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Yohan Lasorsa for ITNEXT

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Instantly set up a new dev environment using containers and VS Code

There are 3 things that make me waste a lot of time as a developer, and that can become a big source of frustration:

  • Set up a new development machine
  • Manage and update my development environment to work on a project
  • Reinstall everything again, because after many times installing and updating my dev tools everything broke :(

What if I told you that we can avoid these issues, and that it's possible to perfectly isolate each of your projects' environment? And to be able to share and update it easily, to have nothing to do when a newcomer joins your project?

It's now possible thanks to the Remote Development extension for VS Code and containers. In this post, I'll show you how to set up a complete dev environment inside a container and use it with your projects.

TL;DR key takeaways

  • You can quickly onboard a new developer in a project using dev containers, share it with your teammates, and update it with no hassle.
  • While nothing prevents you from using Docker and any IDE to do the same thing, the Remote Development extension provides seamless integration with VS Code to bootstrap and work with dev containers.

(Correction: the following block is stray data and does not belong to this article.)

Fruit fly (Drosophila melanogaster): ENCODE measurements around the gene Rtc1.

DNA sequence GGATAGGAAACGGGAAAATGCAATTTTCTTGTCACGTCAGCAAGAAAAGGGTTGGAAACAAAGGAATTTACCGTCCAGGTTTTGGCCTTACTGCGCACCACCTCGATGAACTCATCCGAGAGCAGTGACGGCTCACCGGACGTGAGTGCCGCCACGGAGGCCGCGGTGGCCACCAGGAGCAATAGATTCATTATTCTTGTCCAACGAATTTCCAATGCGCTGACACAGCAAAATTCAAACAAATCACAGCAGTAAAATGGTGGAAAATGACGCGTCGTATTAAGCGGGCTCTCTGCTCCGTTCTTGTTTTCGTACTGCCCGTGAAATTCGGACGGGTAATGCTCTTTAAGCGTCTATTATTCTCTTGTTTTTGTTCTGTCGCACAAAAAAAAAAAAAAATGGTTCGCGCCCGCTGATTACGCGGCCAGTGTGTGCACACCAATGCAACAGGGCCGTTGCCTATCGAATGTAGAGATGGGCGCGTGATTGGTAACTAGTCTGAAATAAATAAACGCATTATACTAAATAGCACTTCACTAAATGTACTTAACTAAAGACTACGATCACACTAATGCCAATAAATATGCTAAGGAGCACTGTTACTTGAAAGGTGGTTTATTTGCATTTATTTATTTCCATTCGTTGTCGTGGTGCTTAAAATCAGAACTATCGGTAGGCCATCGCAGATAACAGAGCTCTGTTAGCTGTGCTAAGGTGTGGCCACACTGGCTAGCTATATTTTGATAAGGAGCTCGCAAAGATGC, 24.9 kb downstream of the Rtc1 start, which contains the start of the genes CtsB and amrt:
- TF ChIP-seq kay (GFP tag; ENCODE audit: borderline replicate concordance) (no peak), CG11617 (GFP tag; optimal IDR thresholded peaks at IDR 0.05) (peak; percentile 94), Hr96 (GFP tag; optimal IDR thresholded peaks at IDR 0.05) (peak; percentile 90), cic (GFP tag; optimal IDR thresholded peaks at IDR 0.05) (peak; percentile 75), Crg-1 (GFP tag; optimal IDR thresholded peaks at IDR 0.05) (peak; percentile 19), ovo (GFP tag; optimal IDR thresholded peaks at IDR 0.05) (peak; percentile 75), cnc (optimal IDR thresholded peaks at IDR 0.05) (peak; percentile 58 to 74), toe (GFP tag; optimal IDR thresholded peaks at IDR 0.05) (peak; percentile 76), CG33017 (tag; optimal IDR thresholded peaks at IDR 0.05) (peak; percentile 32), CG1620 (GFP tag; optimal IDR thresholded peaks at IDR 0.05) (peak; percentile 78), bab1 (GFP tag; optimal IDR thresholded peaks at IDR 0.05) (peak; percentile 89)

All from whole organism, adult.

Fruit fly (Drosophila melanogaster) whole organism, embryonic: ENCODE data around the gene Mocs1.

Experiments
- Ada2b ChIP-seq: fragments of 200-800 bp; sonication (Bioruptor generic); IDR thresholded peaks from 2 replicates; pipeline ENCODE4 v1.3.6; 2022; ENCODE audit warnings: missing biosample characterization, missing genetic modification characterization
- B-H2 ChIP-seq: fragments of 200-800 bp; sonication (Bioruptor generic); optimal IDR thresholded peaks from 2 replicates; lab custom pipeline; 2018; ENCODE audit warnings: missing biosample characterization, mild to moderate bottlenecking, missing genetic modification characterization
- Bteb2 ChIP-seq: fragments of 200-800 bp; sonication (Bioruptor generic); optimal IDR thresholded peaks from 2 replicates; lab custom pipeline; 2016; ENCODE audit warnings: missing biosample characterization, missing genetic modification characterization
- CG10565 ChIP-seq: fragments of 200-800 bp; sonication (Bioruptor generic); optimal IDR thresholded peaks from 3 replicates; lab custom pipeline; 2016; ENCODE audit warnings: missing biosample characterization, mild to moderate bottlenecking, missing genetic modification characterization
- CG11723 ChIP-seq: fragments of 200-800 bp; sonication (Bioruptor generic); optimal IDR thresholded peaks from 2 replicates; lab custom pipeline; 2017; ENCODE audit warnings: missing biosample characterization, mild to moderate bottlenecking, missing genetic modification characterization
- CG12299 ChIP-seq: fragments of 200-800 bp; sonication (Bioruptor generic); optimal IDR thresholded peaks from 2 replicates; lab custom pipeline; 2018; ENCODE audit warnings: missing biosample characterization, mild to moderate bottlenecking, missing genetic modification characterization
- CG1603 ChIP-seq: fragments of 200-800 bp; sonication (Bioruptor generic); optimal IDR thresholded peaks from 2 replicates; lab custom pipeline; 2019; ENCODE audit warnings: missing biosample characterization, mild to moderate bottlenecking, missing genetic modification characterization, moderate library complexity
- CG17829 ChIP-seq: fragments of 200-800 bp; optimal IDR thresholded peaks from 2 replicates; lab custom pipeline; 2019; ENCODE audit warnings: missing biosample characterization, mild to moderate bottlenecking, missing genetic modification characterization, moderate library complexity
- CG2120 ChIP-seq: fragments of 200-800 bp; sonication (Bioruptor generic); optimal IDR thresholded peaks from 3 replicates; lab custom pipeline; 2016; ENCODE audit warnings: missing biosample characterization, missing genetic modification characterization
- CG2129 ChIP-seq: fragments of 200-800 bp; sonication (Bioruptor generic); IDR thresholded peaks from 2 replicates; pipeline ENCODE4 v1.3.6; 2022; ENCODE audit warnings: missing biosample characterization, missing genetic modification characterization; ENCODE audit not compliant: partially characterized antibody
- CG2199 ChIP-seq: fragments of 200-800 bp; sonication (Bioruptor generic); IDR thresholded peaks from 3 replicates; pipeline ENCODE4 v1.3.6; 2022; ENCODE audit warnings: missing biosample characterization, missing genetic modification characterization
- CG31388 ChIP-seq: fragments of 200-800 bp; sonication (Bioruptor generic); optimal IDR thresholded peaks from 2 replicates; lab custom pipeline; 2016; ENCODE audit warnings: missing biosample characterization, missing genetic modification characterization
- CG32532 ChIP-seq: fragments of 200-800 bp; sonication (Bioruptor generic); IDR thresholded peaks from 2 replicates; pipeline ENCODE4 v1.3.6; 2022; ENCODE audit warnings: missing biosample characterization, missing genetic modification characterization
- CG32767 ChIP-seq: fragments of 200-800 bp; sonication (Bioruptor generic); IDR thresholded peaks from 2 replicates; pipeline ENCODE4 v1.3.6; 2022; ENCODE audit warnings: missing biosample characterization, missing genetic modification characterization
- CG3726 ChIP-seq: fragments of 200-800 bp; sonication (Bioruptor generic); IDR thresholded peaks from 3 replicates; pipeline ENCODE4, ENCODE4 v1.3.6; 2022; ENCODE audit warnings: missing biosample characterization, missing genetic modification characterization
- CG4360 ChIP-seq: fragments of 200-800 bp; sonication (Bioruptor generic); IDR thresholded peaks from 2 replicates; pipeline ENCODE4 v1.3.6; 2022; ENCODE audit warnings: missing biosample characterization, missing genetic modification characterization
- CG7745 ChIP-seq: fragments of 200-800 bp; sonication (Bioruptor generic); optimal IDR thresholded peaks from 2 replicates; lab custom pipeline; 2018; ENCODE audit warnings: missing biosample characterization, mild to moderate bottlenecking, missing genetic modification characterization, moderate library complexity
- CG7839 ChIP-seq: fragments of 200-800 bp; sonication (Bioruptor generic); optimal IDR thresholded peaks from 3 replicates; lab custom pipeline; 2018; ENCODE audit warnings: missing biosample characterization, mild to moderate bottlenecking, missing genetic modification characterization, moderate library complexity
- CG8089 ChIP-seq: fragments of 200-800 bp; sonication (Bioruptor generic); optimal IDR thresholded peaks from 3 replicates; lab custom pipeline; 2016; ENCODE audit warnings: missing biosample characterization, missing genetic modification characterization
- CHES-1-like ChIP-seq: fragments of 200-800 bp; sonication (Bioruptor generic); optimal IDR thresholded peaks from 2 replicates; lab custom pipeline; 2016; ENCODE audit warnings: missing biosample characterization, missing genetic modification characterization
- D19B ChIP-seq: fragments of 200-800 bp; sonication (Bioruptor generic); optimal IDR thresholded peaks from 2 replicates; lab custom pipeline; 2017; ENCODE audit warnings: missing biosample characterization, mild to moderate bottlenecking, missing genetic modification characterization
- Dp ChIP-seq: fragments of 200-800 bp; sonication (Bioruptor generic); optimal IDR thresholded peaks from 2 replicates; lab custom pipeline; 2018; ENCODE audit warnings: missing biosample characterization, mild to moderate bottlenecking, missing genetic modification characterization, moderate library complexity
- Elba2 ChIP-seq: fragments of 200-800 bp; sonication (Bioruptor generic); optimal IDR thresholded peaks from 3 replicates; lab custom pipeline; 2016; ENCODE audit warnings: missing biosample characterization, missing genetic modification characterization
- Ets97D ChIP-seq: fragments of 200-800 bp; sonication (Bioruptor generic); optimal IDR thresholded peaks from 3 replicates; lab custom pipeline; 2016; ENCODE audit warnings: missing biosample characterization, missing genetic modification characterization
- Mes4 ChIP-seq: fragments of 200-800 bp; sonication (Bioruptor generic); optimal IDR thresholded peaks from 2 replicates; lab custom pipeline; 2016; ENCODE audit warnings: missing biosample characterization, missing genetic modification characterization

• Dev containers also allow you to take your dev environment everywhere with online dev tools like GitHub Codespaces.

Why developing inside a container

In every software project, the developer story is (almost) always the same:

  • "Hey, welcome to the team! We're all excited to have you on board!" 🎉
  • "Here's the doc to set up your environment for the project. Let me know when you're ready!" (spoiler alert: sometimes there's no doc at all, and you'll have to ask your teammates to know what to install)

Most likely, a few hours/days later, the outcome is:

  • "Please help, I can't figure out why it's still not building/running properly" 😞

Animation showing developer saying "oh my god, I need help"

I've been that developer. A few times already.

After a while of spending time reviewing everything you installed, you'll eventually discover common issues usually are:

  • The environment setup doc is outdated (I bet you didn't see that one coming, right? Isn't that the newcomer's job to update it anyway?).
  • You installed the correct tools, but not the right version ("Sorry, We forgot to tell you'll have to use this specific version, as we have a few issues in our codebase").
  • You have some conflicts with the environment set up of other projects.

The thing is, we already know how to solve these problems, because that's the exact same issues we had with production environments when we ship our applications.